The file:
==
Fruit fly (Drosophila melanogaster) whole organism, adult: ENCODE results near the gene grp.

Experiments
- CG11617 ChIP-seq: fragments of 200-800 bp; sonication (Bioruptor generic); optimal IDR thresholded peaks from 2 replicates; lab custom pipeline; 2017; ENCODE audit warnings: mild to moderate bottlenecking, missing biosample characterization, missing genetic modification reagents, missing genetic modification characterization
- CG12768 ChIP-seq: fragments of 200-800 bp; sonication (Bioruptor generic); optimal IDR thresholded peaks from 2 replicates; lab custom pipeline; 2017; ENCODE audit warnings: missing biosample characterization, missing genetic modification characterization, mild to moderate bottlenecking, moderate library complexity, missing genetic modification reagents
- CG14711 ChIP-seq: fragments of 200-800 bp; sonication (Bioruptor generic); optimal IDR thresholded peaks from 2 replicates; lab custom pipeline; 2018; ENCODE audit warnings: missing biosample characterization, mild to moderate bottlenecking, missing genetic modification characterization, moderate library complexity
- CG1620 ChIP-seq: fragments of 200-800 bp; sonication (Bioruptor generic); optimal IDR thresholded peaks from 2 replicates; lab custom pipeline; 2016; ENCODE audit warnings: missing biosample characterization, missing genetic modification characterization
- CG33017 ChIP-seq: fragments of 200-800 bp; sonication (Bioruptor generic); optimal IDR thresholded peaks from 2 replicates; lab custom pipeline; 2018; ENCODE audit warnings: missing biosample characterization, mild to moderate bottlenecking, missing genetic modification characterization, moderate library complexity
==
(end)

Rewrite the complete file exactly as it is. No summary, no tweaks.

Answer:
Fruit fly (Drosophila melanogaster) whole organism, adult: ENCODE results near the gene grp.

Experiments
- CG11617 ChIP-seq: fragments of 200-800 bp; sonication (Bioruptor generic); optimal IDR thresholded peaks from 2 replicates; lab custom pipeline; 2017; ENCODE audit warnings: mild to moderate bottlenecking, missing biosample characterization, missing genetic modification reagents, missing genetic modification characterization
- CG12768 ChIP-seq: fragments of 200-800 bp; sonication (Bioruptor generic); optimal IDR thresholded peaks from 2 replicates; lab custom pipeline; 2017; ENCODE audit warnings: missing biosample characterization, missing genetic modification characterization, mild to moderate bottlenecking, moderate library complexity, missing genetic modification reagents
- CG14711 ChIP-seq: fragments of 200-800 bp; sonication (Bioruptor generic); optimal IDR thresholded peaks from 2 replicates; lab custom pipeline; 2018; ENCODE audit warnings: missing biosample characterization, mild to moderate bottlenecking, missing genetic modification characterization, moderate library complexity
- CG1620 ChIP-seq: fragments of 200-800 bp; sonication (Bioruptor generic); optimal IDR thresholded peaks from 2 replicates; lab custom pipeline; 2016; ENCODE audit warnings: missing biosample characterization, missing genetic modification characterization
- CG33017 ChIP-seq: fragments of 200-800 bp; sonication (Bioruptor generic); optimal IDR thresholded peaks from 2 replicates; lab custom pipeline; 2018; ENCODE audit warnings: missing biosample characterization, mild to moderate bottlenecking, missing genetic modification characterization, moderate library complexity